Saturday, July 9, 2011

Lost Studies

Reading Lost: Perspectives on a Hit Television Show 
Reading Contemporary Television
Edited by Roberta Pearson

I.B. Tauris, March 2009
ISBN: 978-1-84511-836-5, ISBN10: 1-84511-836-7,
5 1/2 x 8 1/4 inches, 272 pages

This book is a comprehensive guide to the one of the most successful TV dramas in global television history. Created by wunderkind J.J. Abrams, the award-winning seriesLost began in 2004 and will end after its sixth season in 2010. Reading Lost delves into the aspects that attract 15 million viewers a week: cinematic visuals, complex narrative, and a diverse, international cast. Also addressed are the show's multitude of mystifying elements and plot twists including the polar bear, the four-toed statue, and the "Others." The book also includes an up-to-date episode guide.

* Introduction: Why Lost? -- Roberta Pearson * Production/audiences * How Lost Found its Audience: The Making of a Cult Blockbuster -- Stacey Abbott * The Fictional Institutions of Lost: World Building, Reality, and the Economic Possibilities of Narrative Divergence -- Derek Johnson * Television Out of Time: Watching Cult Shows On Download -- Will Brooker * The Gathering Place: Lost in Oahu -- Julian Stringer * Lost logos: Channel 4 and the Branding of American Event Television -- Paul Grainge * Text * Lost in a Great Story: Evaluation in Narrative Television (and Television Studies) -- Jason Mittell * Chain of Events: Regimes of Evaluation and Lost’s Construction of the Televisual Character -- Roberta Pearson * ‘Do you even know where this is going?’: Lost’s Viewers and Narrative Premeditation -- Ivan Askwith * Lost in Genre: Chasing the White Rabbit to Find a White Polar Bear -- Angela Ndalianis * Representation * Lost in the Orient: Transnationalism Interrupted -- Michael Newbury * We’re Not in Portland Anymore: Lost and Its International Others -- Jonathan Gray * ‘A fabricated Africanist persona’: Race, Representation, and Narrative Experimentation in Lost -- Celeste-Marie Bernier * Queer(ying) Lost -- Glyn Davis and Gary Needham * Contributors * Index *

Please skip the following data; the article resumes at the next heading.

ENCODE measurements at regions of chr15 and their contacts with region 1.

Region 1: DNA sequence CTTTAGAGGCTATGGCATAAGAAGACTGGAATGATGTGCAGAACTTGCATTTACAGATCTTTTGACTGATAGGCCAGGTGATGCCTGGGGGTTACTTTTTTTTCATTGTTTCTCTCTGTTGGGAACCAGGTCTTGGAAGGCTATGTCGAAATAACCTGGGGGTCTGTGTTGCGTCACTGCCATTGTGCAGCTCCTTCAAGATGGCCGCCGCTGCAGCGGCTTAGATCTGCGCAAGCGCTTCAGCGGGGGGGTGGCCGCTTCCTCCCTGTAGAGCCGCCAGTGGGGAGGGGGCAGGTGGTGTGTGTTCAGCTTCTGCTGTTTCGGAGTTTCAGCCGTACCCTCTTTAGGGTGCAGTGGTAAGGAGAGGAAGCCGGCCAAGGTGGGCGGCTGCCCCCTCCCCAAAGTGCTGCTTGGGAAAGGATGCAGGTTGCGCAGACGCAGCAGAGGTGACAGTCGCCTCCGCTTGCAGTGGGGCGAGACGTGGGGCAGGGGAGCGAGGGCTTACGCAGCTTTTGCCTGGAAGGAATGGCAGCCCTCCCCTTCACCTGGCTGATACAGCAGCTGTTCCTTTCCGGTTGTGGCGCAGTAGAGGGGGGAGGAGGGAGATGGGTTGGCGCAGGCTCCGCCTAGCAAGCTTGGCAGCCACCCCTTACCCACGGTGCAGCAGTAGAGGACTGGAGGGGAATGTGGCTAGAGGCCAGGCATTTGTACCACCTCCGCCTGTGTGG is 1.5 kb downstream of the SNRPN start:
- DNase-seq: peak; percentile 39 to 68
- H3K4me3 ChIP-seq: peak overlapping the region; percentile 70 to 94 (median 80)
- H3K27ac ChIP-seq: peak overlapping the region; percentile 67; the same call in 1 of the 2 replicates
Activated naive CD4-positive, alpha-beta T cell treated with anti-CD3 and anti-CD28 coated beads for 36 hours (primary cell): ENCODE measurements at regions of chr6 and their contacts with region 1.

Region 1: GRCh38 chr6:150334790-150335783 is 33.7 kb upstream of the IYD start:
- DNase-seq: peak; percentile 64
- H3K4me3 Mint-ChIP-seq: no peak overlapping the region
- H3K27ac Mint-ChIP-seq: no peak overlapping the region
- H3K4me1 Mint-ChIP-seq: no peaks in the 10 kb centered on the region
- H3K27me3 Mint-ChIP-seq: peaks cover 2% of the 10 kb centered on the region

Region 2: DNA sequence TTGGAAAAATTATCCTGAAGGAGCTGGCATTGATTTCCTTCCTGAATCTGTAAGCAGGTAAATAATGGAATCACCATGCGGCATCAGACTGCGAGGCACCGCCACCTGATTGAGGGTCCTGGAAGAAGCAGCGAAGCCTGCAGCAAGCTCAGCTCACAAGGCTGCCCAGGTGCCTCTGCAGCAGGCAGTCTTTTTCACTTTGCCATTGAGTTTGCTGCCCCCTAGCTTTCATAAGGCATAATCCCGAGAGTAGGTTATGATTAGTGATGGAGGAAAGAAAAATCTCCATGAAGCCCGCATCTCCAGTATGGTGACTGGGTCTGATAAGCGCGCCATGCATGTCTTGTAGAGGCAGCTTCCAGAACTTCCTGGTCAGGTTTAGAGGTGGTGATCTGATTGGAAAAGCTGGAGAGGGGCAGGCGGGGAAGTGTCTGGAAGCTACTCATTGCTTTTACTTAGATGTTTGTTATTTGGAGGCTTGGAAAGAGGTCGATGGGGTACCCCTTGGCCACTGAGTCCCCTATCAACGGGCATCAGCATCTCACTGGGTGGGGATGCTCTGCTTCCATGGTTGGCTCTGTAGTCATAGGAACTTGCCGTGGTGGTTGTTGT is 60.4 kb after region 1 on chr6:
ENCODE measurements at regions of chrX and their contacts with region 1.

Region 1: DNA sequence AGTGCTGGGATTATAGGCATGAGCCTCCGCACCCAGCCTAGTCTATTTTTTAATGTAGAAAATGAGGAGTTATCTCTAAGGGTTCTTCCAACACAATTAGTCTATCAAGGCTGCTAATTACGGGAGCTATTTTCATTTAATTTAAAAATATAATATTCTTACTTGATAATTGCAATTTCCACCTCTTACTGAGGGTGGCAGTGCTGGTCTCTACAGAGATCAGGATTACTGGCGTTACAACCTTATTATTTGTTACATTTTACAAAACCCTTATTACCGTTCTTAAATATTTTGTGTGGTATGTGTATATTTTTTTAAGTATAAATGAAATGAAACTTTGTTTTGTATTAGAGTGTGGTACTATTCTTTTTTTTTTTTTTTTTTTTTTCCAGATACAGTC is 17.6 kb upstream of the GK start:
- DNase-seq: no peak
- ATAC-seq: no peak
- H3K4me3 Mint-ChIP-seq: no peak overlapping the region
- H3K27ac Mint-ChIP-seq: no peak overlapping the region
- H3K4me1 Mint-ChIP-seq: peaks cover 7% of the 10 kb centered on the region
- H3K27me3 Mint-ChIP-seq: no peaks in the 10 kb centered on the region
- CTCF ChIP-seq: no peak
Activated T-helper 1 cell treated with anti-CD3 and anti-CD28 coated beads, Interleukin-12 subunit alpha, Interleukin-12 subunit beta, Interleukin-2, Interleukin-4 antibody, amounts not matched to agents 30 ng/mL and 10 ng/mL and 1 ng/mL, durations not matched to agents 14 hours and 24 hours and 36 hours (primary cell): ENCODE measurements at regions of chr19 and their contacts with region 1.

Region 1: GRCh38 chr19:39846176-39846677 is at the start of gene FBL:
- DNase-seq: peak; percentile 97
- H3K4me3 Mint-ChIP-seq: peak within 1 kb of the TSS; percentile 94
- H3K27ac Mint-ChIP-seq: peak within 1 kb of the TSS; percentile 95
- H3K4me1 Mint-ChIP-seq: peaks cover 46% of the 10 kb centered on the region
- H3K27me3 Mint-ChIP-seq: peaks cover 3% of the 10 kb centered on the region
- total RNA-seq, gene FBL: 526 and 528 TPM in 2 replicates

Roberta Pearson is Professor of Film and Television Studies and Director of the Institute of Film and Television Studies at the University of Nottingham. She has authored, co-authored and co-edited numerous books and articles, including American Cultural Studies,A Critical Dictionary of Film and Television Theory and Cult Television. She is currently editing the forthcoming Companion to Television Genres.

Literary Lost: Viewing Television Through the Lens of Literature 
by Sarah Clarke Stuart

Imprint: Continuum
Pub. date: 13 Jan 2011
ISBN: 9781441140807
176 Pages, paperback
World rights
Translation Rights Available


From the moment that Watership Down made its appearance on screen in season one, speculation about Lost’s literary allusions has played an important role in the larger discussion of the show. Fans and critics alike have noted the many references, from biblical passages and children’s stories to science fiction and classic novels.

Literary Lost teases out the critical significance of these featured books, demonstrating how literature has served to enhance the meaning of the show. It provides a fuller understanding of Lost and reveals how television can be used as a tool for stimulating a deeper interest in literary texts.

The first chapter features an exhaustive list of "Lost books," including the show’s predecessor texts. Subsequent chapters are arranged thematically, covering topics from free will and the nature of time to parenthood and group dynamics. From Lewis Carroll’s creations, which appear as recurring images and themes throughout, to Slaughterhouse-Five’s lessons on the nature of time, Literary Lost will help readers unravel the show’s novelistic plot while celebrating its astonishing layers and nuances of text.

Table of Contents

Introduction “What, Don’t You Read?”: Lost’s Literary Influence
Chapter 1: The Books of Lost
Chapter 2 “Are You There, God?”: Faith, Sacrifice and Redemption
Chapter 3: Who Has the “Power Over the Clay”? Purpose, Fate and Free Will
Chapter 4 Stuck and “Unstuck” in Time: a Tradition of Time Travel
Chapter 5 “Fathers, provoke not your children to wrath”: Lost Parents
Chapter 6 “We’re All Mad Here”: Dreams, Illusions and the Nature of Reality
Chapter 7 “Maybe there is a beast....maybe it's only us”: Group Dynamics and the Communities of Lost
Chapter 9 A Conclusion: The Purpose of “Stories that Aren’t Even True”
Appendix 1
End Notes


Sarah Clarke Stuart teaches composition, media studies and literature at the University of North Florida. She has been teaching and writing about Lost for several years.

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